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risk-based loan pricing May 12, 2008

Posted by Bradley in : Uncategorized , trackback

What could be complicated about ensuring that borrowers are provided with a notice when the pricing of their loans is less favorable than the pricing of loans to other borrowers (a requirement in the FACT Act amendments to the Fair Credit Reporting Act) ? Well, Calculated Risk explains here how complicated risk-based pricing is. And the FTC and Federal Reserve have just published proposed rules to implement the statutory requirement. When they began looking into this issue by conducting outreach with various stakeholders, the agencies found that:

it may not be operationally feasible in many cases for creditors to compare the terms offered to each consumer with the terms offered to other consumers to whom the creditor has extended credit. After considering several approaches, the Agencies concluded that the most effective way to implement the statute was to develop certain tests that could serve as proxies for comparing the terms offered to different consumers. These tests could be used by creditors for which making direct comparisons among consumers would be difficult or infeasible.”

There is some recognition in the proposal that definitions may need to change if creditors’ practices change – the definition of material terms refers to the APR on the basis that risk-based pricing affects the APR (and partly because that is what consumers look to). If risk were reflected in other terms, the definition would need to change. The agencies seek input on the definition of material terms and on how to deal with the problem of comparing credits with multiple variables.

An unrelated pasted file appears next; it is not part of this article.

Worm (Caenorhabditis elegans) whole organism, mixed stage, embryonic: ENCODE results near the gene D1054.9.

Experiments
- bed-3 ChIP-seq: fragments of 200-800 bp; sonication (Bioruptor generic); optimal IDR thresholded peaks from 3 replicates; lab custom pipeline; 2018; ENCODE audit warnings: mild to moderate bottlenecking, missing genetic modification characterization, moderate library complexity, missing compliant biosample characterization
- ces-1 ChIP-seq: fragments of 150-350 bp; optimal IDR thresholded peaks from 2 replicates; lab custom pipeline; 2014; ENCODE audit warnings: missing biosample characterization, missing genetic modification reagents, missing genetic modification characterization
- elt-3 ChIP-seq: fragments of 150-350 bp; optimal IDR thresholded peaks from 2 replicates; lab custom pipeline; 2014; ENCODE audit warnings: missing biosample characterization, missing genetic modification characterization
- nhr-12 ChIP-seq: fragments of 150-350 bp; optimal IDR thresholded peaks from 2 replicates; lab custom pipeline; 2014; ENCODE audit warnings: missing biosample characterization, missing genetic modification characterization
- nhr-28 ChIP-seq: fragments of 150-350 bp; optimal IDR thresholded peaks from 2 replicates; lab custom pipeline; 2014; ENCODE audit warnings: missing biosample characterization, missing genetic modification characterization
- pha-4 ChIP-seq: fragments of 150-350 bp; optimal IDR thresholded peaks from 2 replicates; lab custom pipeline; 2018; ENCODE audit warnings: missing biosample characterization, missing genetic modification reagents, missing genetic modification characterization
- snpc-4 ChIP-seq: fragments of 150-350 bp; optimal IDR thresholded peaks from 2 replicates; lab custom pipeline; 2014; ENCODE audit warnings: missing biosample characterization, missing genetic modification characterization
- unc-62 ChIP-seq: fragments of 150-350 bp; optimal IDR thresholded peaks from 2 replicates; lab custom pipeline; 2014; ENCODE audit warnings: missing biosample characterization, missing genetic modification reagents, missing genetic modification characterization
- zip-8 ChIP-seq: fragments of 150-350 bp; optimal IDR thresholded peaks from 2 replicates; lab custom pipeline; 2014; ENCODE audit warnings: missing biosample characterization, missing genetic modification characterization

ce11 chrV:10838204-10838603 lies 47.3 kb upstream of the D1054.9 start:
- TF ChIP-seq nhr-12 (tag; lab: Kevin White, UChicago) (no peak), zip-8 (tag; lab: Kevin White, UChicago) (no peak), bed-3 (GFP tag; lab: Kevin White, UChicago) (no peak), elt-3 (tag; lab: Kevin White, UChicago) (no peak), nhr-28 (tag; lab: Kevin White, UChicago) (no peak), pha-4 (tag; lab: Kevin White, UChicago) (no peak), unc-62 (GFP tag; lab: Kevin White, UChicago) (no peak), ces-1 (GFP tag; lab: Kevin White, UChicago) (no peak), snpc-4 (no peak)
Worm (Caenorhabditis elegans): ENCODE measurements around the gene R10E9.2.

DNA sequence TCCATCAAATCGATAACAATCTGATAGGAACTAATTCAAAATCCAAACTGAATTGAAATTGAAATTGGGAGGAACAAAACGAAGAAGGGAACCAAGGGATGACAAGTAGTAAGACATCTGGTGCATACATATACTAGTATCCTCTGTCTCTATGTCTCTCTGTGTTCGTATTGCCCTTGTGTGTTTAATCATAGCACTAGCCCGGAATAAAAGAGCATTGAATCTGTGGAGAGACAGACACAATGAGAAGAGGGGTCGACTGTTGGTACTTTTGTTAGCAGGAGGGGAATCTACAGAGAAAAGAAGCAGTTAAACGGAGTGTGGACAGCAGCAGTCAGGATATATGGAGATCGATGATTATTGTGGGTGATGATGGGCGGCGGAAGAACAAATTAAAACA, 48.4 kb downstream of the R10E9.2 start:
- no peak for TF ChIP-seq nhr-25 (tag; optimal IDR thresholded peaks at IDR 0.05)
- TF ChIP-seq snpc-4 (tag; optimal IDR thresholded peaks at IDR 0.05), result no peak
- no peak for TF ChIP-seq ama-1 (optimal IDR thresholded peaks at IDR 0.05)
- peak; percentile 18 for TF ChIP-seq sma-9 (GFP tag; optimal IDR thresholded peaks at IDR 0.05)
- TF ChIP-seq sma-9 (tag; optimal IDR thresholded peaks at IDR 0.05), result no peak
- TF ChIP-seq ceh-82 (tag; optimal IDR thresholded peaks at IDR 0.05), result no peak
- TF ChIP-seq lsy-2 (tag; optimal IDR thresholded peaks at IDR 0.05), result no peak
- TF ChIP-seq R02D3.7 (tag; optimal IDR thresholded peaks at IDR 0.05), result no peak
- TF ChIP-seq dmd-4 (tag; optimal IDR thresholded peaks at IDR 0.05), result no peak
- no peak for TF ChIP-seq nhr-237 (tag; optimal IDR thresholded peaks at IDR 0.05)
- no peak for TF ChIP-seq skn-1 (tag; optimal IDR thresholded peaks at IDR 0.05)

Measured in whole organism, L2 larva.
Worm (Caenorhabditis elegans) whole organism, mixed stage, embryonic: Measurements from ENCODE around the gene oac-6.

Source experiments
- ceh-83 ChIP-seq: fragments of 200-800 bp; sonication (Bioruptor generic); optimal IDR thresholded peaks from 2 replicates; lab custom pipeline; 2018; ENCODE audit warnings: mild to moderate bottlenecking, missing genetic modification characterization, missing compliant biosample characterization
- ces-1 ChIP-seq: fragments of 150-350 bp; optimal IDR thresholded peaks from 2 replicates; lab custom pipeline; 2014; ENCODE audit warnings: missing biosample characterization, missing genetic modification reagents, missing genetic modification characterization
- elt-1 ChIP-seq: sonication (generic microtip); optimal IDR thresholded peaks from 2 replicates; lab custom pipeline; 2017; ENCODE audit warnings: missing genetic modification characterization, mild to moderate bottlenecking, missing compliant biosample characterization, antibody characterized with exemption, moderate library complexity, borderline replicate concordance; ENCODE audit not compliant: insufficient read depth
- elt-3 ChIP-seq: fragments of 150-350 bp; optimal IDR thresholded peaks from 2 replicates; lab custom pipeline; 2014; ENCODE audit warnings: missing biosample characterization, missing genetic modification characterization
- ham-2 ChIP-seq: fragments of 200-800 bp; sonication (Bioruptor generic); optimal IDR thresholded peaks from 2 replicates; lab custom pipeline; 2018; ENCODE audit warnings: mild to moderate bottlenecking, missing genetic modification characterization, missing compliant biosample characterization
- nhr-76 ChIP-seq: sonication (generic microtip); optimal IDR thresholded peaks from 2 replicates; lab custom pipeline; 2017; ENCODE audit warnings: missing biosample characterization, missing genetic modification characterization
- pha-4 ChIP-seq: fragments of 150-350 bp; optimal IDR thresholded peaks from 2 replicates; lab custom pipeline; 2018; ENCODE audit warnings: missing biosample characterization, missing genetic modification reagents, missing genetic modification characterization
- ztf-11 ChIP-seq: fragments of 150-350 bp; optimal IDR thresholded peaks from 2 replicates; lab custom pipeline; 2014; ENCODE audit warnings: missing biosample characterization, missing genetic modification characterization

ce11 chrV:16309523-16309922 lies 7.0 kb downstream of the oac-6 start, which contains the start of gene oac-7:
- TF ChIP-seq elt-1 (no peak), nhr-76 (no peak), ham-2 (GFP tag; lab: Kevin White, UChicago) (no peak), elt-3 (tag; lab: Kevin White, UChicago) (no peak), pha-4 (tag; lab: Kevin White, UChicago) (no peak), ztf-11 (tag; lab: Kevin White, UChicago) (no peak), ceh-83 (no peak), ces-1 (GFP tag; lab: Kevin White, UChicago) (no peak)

In a long and complex document, the FTC and Fed seem to have ducked some of the issues in ways that may not make the notice requirement very meaningful. For example:

The proposed rules do not define what constitutes “a substantial proportion” of consumers, even though that concept is integrally linked to the concept of “materially less favorable” terms under the statute. The Agencies have not identified a definition of “a substantial proportion” that could reflect the widely varying pricing practices of creditors generally.

The definition of what is “materially less favorable” is a bit fuzzy and involves consideration of factors including:

the type of credit product, the term of the credit extension, if any, and the extent of the difference between the material terms granted or extended to the two consumers.

Creditors can choose among different methods for comparing customers, and for providing the disclosures, including something that sounds a lot like a rather generic description of the creditor’s risk-based pricing systems. And the “notice” may be oral. The obligation applies only to the creditor, rather than to an intermediary, so if a mortgage broker uses a borrower’s credit score in determining where to look for credit, the borrower won’t receive a notice with respect to this.

Last week the Shadow Financial Regulatory Committee (see Statement No. 260) argued for removing responsibilities for consumer protection from the Fed, because these responsibilities make the Fed more “enmeshed in politics ” than it should be.


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